Last night I came across a thread on a languages Facebook group that mentioned DNA tests. The comment section was filled with users expressing both their interest in buying the kits as well as their fear of “selling” their DNA to companies that could, for example, pass the information to governments and insurers. And although some concerns were well-founded, a lot of them had no real basis. I addressed a few of the first, and thought it would be a good idea to share them more broadly, so here are some common misconceptions about DNA tests, an explanation of how their privacy works and a few workarounds for those that still want to take tests in order to do so anonymously.
Privacy in DNA Testing: How it Works Today
The business of personal genetic-testing kits is booming, yet there is nothing more private than your personal genetic information. I believe that these businesses’ future depends on maintaining the trust of consumers, but there currently are no iron-clad legislative protections.
There are five privacy risks for consumers sharing their DNA with testing companies: Hacking (common to all companies that have information online), sharing of information with researcher partners (but you usually have to opt-in for this, and the companies would be in breach of contract if they shared without your consent), laws not being broad enough (this is still uncharted legislative territory, and consumers have to take the companies at their word), law enforcement having access to your DNA (police can subpoena for your DNA, some companies have said they would contribute, others have been less clear) and the company’s privacy statements changing (not much one can do about companies being sold and changing their terms, but doing so wouldn’t side well with consumers).
Now, these are real concerns that should be taken seriously. But there’s one workaround that might make you feel a little better if you still want to take a test: You don’t need to have your name attached to your DNA.
Buying DNA Tests Anonymously
One of the most common issues mentioned around DNA kits is that they will forever be linked to a name, your name. This is an easy one to answer: Not necessarily!
You can buy DNA tests anonymously, meaning you don’t need to give a name. And if you do, it doesn’t need to be your complete one. You can use a first name, a set of initials or, in practice, any conjunction of words.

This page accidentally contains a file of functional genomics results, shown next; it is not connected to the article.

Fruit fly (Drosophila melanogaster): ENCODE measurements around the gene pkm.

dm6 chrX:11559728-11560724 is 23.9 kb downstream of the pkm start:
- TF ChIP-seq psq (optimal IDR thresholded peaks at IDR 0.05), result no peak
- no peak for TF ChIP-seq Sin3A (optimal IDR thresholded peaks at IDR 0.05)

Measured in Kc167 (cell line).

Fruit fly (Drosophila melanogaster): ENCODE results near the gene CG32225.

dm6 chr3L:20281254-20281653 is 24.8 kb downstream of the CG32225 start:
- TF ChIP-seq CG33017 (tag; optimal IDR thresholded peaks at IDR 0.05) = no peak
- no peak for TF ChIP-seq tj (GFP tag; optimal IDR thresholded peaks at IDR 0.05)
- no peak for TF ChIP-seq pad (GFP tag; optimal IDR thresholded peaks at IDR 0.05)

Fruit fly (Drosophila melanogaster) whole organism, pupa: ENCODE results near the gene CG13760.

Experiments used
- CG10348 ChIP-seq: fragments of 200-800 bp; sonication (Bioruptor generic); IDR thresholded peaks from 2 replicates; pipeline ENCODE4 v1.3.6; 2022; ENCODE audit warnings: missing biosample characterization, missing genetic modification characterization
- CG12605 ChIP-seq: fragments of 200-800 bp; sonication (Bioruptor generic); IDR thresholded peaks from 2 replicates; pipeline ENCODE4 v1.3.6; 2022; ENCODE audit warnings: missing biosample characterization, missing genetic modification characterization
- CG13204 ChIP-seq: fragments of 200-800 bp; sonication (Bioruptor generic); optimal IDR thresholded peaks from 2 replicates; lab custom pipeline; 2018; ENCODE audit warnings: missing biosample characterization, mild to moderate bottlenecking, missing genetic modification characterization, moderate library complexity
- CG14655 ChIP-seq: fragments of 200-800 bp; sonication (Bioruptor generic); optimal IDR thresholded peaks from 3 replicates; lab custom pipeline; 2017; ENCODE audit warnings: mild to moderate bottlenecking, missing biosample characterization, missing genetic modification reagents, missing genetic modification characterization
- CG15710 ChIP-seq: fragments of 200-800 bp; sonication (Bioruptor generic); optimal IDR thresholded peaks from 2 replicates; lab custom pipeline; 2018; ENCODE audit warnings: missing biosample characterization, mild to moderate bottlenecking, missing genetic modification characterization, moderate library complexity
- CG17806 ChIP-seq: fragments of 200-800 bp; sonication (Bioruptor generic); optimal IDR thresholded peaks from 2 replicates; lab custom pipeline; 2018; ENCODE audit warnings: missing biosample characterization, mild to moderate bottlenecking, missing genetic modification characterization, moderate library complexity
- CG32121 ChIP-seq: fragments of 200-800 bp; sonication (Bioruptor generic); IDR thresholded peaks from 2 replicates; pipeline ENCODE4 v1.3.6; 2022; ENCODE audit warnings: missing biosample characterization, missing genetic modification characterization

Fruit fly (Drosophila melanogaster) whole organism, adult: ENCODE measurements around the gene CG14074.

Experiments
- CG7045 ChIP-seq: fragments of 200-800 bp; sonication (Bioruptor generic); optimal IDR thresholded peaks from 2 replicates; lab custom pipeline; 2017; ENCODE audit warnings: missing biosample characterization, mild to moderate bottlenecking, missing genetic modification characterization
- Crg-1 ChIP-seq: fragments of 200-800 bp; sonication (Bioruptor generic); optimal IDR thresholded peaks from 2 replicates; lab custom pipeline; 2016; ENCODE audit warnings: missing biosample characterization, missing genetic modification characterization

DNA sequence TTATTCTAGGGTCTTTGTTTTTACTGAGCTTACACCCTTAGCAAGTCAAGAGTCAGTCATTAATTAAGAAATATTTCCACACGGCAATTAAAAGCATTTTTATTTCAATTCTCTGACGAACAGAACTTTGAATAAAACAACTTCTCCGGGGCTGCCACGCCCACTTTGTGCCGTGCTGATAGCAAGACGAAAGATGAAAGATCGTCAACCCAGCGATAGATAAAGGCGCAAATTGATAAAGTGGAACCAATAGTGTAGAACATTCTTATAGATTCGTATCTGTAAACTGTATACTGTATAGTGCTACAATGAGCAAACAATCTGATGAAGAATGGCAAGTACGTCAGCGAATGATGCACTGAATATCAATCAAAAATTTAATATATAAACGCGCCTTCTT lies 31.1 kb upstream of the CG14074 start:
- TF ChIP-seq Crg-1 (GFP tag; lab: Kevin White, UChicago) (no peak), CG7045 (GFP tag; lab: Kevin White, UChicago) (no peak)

There are two things you might need to have in order to acquire the tests, although we’ll see how this is not always the case.
Acquiring and Paying for a Test
The first requirement to buy a test is a means of payment. If you buy the DNA test online, this usually means a credit or debit card, but this is not always the case. Here are some ideas on how to get tests without having them attached to your full name.
- Use a family member or friends’ card (with their blessing, of course!)
- Buy a gift credit card on Amazon (this is easier to do if you’re in the USA, and assumes you dont have your full name on your account). You can, for example, get a credit card gift card. $100 or $200 cards should be enough for most tests. Link to buy Visa: $100, $200, Mastercard: $100, $200.
- Buy a DNA Kit directly from Amazon. There are a few companies that offer tests through this platform. For example, 23andMe has listings for their Health + Ancestry Kit and Ancestry and Traits Kit. Ancestry also offers their Genetic Ethnicity Test on Amazon too, as well as their Health + Genetic Ethnicity Test. MyHeritage (first choice in Europe) also has its Ancestry & Ethnicity Kit there.
- Buy kits at a genealogy event. This is how some of my friends got their DNA tests: We bought them in RootsTech London, where each of the main providers had a booth. This also offers another advantage: You can buy the tests directly, meaning you don’t need to provide a delivery address. But let’s also go through that option in case you can’t find an event near you.
Getting your DNA Kit Delivered
The second ‘obstacle’ is getting the actual kit to your hands. As I mentioned, one option is to buy the tests in events or conferences, where you just acquire the box with all the materials in it and only need to send back a sample. If you do need to use an address, you could do one of the following.
- Use a friends’ address (again, with their consent. In some countries, like Germany, the name on the envelope needs to match the one at your door, but this is not the case for most other places – the reason why we all get mail for people that moved out years ago!)
- Use your address but a different name. For example, tweak your real name by changing the spelling, shortening it, using nicknames, adding A through Z as a middle initial, etc. Most carriers will attempt to deliver to an address regardless of the name used for that address – Most, not *all*.
- Send the kit to a delivery point that is “click + collect” registered. In the UK, this service is called Collect+ and doesn’t require a name.
- Get a PO Box. Some of them don’t require you to give a name, or if you do, you don’t need to provide it to the DNA company.
We’ve gone through some ideas on how to get your DNA information detached from your name. This might be enough for some people who have concerns about privacy but are not terribly worried about their actual DNA code inhabiting the web. If you’re interested in genealogy, the benefits might be significantly higher than the risks. DNA analysis allows you to connect with relatives and fill gaps in your family history. It’s broken a few brick walls for me, after years of being stuck. So, if you’re on the fence, consider the current state of things as well as these workarounds so you can make the best-informed decision.
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